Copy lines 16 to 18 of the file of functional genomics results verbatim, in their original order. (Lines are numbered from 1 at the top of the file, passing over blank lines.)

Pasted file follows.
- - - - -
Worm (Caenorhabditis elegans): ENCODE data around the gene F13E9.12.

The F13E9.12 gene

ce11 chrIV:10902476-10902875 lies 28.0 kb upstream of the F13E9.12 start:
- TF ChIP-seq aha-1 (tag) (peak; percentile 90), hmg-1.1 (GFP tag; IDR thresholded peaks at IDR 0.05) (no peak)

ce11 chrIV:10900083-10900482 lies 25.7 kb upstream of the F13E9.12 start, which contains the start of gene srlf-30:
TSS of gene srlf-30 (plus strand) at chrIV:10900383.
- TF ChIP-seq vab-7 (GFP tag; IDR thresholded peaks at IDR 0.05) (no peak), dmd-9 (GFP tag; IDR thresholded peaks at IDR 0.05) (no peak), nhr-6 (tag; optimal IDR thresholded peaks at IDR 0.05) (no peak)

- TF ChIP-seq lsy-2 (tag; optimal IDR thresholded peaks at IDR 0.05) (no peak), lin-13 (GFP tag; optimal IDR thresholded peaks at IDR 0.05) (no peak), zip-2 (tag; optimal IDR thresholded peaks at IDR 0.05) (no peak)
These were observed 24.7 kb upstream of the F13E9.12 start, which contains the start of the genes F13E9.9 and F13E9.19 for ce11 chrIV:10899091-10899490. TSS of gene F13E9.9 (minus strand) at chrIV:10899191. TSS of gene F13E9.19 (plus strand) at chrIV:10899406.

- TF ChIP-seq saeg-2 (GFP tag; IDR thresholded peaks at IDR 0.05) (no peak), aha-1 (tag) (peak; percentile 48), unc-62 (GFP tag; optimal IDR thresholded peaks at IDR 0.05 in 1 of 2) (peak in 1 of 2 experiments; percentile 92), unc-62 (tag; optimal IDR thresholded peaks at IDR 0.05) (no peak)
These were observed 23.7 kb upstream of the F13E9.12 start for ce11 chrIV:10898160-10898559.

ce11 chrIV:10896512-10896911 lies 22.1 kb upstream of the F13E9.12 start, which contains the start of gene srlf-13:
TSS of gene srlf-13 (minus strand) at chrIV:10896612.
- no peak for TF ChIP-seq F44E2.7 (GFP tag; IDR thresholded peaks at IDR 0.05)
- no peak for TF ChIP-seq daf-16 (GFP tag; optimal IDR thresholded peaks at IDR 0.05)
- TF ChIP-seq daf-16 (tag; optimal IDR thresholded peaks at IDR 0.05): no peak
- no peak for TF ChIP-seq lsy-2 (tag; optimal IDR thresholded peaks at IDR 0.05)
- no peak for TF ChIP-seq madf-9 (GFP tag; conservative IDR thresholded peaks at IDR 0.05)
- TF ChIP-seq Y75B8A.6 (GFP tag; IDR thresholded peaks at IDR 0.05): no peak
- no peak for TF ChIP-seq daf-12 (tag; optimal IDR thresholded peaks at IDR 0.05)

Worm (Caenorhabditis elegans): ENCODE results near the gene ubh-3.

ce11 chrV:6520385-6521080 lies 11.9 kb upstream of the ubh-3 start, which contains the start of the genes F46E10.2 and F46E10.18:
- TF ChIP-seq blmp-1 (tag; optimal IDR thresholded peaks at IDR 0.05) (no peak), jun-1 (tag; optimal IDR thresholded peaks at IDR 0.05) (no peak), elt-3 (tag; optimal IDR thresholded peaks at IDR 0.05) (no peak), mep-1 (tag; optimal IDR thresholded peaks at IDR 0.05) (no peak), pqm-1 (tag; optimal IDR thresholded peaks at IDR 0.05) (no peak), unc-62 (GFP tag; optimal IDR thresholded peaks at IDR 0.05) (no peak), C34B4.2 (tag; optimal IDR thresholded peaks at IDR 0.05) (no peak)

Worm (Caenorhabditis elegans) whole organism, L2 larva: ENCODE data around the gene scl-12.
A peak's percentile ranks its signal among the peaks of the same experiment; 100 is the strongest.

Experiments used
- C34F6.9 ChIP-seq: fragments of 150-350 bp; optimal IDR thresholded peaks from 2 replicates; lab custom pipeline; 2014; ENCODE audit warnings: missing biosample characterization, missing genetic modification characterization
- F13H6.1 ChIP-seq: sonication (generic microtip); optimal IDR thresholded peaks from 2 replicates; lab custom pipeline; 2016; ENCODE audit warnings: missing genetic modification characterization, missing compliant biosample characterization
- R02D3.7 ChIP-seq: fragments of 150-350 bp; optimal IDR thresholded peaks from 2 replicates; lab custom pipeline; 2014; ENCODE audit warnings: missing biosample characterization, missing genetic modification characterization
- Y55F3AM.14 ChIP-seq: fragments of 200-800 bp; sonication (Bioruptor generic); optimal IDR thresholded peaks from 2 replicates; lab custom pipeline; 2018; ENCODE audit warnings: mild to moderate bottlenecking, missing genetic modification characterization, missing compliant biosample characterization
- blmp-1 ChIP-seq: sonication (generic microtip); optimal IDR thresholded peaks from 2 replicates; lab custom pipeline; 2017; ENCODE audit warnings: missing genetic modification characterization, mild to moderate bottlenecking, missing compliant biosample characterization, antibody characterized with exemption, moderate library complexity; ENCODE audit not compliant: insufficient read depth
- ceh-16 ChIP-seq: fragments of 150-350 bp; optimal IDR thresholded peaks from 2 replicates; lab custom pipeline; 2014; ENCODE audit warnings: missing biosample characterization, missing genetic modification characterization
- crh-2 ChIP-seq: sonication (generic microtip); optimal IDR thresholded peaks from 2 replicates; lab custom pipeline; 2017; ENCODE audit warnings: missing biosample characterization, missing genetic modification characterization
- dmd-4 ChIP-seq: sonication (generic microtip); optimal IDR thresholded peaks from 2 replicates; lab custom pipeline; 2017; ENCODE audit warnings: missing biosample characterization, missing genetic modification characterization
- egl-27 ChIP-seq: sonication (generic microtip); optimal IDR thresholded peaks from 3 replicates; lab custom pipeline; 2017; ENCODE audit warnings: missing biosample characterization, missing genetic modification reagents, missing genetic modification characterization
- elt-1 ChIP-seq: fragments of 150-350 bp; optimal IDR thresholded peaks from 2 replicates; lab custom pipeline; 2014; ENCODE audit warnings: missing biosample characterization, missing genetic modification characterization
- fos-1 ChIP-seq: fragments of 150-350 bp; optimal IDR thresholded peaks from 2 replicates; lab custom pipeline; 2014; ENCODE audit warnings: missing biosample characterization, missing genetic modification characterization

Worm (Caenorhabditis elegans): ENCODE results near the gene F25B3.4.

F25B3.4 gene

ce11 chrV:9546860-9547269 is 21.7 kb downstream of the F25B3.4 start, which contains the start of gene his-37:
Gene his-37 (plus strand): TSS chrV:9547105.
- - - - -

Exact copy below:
- TF ChIP-seq daf-16 (tag; optimal IDR thresholded peaks at IDR 0.05): no peak
- no peak for TF ChIP-seq lsy-2 (tag; optimal IDR thresholded peaks at IDR 0.05)
- no peak for TF ChIP-seq madf-9 (GFP tag; conservative IDR thresholded peaks at IDR 0.05)